Doing a most popular/least popular for the year is a statistical trick, since some articles have been around for the better part of a decade while others went up just last week. But I feel reasonable doing it anyway, since the new stuff tends to outrank the old stuff anyway. Plus, it’s not like the fate of the world hinges on accurately interpreting the metrics of Teleport City. And so it is with great fanfare played by a monkey with a squeeze box that I present to you the top and bottom ten most/least popular articles on the site during 2016.
At its core there is something very British about folk horror, so tied is it to the landscape of rural and semi-rural England, the ancient Pagan rites and cultures that, because they did not write anything down, lend themselves so readily to mystery, interpretation, and myth-making. Eventually, however, as an American lad, I started thinking about American folk horror and, as is my way, the places where American folk horror and science fiction intersect.
On December 5, 1933, the United States ended Prohibition. A scant six months later, in May of 1934, MGM released The Thin Man, the first in a series of comedic mystery films based on a novel by Dashiell Hammett and starring William Powell and Myrna Loy as a couple of high-living socialites who solve the occasional murder.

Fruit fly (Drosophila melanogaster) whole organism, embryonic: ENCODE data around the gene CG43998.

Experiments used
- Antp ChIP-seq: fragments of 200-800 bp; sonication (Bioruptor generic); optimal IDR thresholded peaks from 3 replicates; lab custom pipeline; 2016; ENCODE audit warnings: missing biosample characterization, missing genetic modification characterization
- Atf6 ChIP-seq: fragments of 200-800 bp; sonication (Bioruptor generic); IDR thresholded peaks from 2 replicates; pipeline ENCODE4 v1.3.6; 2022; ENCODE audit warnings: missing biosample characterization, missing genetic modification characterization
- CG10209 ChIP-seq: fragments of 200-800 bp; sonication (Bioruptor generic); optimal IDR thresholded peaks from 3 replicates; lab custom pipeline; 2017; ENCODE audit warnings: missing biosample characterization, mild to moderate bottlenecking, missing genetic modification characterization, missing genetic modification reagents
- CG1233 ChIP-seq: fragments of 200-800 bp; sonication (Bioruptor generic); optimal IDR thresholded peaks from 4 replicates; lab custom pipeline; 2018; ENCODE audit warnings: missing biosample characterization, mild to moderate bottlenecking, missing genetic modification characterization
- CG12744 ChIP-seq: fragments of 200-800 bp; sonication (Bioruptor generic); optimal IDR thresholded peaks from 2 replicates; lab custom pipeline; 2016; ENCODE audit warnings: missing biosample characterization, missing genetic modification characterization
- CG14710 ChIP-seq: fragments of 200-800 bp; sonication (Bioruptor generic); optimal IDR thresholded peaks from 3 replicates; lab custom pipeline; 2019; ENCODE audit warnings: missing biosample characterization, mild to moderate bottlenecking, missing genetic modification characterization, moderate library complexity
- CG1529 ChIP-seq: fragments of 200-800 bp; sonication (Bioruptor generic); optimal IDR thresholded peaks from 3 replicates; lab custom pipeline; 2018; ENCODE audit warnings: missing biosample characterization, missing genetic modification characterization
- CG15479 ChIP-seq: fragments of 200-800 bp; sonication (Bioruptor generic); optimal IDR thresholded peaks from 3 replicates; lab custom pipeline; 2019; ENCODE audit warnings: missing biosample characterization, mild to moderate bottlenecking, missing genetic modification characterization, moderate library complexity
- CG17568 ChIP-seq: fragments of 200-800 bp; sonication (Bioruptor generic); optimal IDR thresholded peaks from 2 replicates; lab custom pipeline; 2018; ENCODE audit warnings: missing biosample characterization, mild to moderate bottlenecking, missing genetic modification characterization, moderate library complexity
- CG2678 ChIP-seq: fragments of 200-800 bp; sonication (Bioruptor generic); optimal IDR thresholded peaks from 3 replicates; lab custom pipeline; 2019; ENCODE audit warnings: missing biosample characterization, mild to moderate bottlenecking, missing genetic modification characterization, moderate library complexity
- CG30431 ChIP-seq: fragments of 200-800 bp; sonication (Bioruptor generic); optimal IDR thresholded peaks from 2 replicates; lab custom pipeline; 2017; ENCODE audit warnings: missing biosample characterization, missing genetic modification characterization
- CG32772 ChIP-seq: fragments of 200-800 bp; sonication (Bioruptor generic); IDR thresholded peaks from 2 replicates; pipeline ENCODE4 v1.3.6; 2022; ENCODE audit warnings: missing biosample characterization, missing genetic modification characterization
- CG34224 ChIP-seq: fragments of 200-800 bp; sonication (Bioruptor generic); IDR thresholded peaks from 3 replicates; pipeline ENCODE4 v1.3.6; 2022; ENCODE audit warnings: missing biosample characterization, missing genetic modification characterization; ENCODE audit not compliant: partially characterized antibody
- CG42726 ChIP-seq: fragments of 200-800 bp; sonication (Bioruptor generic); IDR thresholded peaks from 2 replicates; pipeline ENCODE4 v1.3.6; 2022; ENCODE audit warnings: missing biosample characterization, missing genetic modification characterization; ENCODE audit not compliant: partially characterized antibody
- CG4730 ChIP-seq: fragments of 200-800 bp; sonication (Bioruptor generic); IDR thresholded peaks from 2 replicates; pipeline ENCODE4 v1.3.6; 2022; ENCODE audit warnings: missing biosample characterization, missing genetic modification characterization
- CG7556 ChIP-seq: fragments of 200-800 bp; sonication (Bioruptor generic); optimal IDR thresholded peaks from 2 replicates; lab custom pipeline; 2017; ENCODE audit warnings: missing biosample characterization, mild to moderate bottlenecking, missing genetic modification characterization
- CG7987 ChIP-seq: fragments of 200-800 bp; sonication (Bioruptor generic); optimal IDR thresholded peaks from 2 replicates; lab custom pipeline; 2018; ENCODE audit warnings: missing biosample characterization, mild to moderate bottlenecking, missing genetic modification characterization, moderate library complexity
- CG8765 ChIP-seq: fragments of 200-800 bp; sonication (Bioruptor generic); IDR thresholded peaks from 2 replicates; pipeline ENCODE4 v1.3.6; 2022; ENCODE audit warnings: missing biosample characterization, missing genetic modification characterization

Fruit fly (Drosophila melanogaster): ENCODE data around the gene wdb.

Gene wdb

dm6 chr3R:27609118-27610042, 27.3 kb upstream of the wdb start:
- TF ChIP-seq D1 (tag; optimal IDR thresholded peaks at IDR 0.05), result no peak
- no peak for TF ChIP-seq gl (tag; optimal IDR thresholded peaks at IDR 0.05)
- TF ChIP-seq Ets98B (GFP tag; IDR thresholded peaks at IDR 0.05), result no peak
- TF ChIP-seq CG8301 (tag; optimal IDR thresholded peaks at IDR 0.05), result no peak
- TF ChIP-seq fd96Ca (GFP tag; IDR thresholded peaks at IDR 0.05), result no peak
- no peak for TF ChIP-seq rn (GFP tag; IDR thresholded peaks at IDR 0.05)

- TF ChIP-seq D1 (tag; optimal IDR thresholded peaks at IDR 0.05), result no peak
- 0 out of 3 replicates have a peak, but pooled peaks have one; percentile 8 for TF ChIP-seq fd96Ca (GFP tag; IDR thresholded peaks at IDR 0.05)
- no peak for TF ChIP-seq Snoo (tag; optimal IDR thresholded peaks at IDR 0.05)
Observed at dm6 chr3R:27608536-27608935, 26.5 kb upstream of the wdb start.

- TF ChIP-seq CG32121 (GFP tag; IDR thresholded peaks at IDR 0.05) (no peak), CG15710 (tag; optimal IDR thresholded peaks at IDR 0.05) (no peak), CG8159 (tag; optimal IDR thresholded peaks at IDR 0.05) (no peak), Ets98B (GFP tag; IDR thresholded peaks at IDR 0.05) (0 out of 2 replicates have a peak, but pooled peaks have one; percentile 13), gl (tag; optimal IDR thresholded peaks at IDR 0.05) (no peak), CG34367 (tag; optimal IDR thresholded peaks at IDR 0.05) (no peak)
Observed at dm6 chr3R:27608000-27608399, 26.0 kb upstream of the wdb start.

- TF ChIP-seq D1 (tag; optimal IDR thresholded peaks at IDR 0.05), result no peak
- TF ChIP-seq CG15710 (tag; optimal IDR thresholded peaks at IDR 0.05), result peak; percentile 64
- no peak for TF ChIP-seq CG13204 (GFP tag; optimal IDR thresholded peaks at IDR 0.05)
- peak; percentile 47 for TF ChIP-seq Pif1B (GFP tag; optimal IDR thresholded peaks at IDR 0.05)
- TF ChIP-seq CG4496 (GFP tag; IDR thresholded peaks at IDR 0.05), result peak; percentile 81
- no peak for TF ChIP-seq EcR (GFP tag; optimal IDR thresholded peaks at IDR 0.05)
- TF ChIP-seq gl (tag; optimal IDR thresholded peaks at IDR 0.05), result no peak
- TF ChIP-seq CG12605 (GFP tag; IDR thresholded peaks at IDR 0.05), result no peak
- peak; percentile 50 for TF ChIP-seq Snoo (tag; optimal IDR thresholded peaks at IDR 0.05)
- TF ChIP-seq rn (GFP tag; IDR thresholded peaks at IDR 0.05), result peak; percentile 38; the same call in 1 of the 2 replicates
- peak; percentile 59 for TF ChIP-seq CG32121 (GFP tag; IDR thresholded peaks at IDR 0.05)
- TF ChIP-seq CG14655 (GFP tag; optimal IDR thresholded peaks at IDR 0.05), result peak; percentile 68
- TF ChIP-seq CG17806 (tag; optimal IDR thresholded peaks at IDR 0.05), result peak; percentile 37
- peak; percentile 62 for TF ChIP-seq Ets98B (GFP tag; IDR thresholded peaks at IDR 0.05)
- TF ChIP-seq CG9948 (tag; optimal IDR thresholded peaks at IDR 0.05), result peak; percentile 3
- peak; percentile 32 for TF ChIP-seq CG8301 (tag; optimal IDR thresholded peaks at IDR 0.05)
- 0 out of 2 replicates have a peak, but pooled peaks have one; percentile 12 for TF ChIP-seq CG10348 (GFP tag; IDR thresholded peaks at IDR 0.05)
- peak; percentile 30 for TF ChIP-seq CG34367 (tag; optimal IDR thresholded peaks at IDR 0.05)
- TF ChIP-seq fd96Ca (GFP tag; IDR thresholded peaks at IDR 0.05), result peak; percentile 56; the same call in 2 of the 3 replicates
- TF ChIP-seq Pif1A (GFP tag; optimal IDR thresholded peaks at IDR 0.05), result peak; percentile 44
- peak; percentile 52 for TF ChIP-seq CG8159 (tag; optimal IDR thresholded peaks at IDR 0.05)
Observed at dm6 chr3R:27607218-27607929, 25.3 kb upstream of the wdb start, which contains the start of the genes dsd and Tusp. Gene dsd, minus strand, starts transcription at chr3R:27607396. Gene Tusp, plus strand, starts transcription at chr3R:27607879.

I enjoy Christmas. And I’m not just talking about dark Pagan Yule. I’m talking the full-on materialistic “go see the windows at Saks” and listen to “The Little Drummer Boy” version of Christmas. This love of the holiday season manifests itself the same way most of my loves manifest themselves: with the obsessive assembly of a playlist.
Deep End is a film about the awkwardness of transition and the disillusionment that inevitably follows a time of idealism. It was released in 1970, when the dying days of the Summer of Love were giving way to the cynicism of the 1970s; when people swept up in the promise of revolution finally had to face the reality of promises not kept.
It’s that spooky time of year again, when Alcohol Professor lets me turn my pen to libations most macabre. This year, we’re taking a break from visiting haunted bars, and with Night of the Booooozy Tales I pair six famous horror authors, six stories, and six cocktails and/or liquors.
Ancient sacred sites and secret government installations benefit from remote settings for a number of reasons. Suddenly the ancient English countryside is a patchwork of chain link fences, barbed wire, “No Trespassing” signs, mysterious aerials and satellite dishes and armed guards at checkpoints.